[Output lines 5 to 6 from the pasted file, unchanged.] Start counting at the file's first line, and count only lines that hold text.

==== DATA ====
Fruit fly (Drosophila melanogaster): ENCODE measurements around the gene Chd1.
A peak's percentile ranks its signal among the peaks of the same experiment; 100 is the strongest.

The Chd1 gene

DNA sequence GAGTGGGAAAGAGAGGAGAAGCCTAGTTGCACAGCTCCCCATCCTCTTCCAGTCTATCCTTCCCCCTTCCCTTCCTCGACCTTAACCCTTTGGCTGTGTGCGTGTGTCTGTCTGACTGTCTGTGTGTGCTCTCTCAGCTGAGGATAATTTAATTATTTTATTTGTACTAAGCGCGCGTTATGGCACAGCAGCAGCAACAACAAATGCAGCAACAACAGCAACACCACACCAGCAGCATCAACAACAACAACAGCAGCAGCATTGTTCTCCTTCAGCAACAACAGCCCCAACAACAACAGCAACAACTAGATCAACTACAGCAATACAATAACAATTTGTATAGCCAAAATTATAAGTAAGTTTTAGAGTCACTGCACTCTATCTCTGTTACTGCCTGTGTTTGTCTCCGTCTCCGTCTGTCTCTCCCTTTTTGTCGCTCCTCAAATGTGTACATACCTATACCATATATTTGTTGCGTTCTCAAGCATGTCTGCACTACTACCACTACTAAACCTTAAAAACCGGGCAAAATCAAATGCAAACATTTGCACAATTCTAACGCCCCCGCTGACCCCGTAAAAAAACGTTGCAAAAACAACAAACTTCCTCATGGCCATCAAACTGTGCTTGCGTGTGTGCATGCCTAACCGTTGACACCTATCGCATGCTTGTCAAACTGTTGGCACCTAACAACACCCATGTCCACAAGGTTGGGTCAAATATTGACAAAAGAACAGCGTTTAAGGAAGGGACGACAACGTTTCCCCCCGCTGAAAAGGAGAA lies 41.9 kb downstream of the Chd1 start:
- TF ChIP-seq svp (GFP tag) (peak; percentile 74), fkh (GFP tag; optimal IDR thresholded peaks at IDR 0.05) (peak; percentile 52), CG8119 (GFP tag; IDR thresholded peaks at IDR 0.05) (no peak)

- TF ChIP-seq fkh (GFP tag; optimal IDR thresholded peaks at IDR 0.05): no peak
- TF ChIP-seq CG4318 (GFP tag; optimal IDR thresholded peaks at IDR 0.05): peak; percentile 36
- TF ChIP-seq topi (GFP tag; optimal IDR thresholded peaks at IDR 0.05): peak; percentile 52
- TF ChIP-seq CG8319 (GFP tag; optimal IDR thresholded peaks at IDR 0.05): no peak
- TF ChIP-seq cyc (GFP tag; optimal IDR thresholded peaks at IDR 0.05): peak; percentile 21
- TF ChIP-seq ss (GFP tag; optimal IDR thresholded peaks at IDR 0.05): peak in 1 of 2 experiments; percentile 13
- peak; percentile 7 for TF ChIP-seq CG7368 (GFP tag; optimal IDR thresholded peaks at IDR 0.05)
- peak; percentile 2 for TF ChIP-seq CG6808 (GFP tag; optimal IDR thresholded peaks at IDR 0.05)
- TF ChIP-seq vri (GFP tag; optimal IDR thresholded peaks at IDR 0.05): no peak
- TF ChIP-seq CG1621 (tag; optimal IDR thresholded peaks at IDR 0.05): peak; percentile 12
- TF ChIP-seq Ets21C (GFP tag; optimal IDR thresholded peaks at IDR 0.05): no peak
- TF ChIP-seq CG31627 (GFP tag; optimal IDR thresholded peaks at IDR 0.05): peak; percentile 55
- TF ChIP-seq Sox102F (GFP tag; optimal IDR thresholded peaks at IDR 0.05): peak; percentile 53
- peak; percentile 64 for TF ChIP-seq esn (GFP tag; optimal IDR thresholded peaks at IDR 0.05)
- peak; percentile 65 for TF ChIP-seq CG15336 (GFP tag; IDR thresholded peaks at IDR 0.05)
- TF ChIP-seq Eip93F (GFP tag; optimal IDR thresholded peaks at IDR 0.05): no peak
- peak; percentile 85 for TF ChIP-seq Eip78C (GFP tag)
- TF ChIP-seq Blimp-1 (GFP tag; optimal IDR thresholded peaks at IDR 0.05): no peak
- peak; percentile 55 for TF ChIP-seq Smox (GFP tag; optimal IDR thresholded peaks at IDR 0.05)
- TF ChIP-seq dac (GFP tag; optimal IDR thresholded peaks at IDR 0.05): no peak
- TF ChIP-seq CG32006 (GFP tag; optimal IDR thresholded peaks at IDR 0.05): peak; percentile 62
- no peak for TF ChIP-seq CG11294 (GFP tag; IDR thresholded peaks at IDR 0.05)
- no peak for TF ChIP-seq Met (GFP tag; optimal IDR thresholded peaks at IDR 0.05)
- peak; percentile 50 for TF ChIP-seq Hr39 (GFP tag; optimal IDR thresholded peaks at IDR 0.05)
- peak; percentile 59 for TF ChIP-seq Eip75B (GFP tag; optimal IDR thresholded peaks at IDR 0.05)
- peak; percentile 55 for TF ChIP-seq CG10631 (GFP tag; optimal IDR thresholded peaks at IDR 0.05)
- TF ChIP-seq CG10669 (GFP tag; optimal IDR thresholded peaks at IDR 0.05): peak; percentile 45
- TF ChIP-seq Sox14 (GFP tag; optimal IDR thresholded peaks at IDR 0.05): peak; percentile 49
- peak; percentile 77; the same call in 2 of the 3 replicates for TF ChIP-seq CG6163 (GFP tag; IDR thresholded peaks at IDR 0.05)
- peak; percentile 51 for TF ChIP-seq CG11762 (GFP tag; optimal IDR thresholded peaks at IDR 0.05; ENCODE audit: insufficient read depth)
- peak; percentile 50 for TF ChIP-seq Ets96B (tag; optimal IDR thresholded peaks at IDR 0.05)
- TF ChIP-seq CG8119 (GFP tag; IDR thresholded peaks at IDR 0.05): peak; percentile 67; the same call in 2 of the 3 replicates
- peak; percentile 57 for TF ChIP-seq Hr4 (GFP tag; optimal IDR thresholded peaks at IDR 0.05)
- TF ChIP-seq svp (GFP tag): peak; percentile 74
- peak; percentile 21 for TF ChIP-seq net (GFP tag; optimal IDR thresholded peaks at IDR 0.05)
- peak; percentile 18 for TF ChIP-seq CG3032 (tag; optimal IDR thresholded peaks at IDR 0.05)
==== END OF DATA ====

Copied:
- TF ChIP-seq svp (GFP tag) (peak; percentile 74), fkh (GFP tag; optimal IDR thresholded peaks at IDR 0.05) (peak; percentile 52), CG8119 (GFP tag; IDR thresholded peaks at IDR 0.05) (no peak)

- TF ChIP-seq fkh (GFP tag; optimal IDR thresholded peaks at IDR 0.05): no peak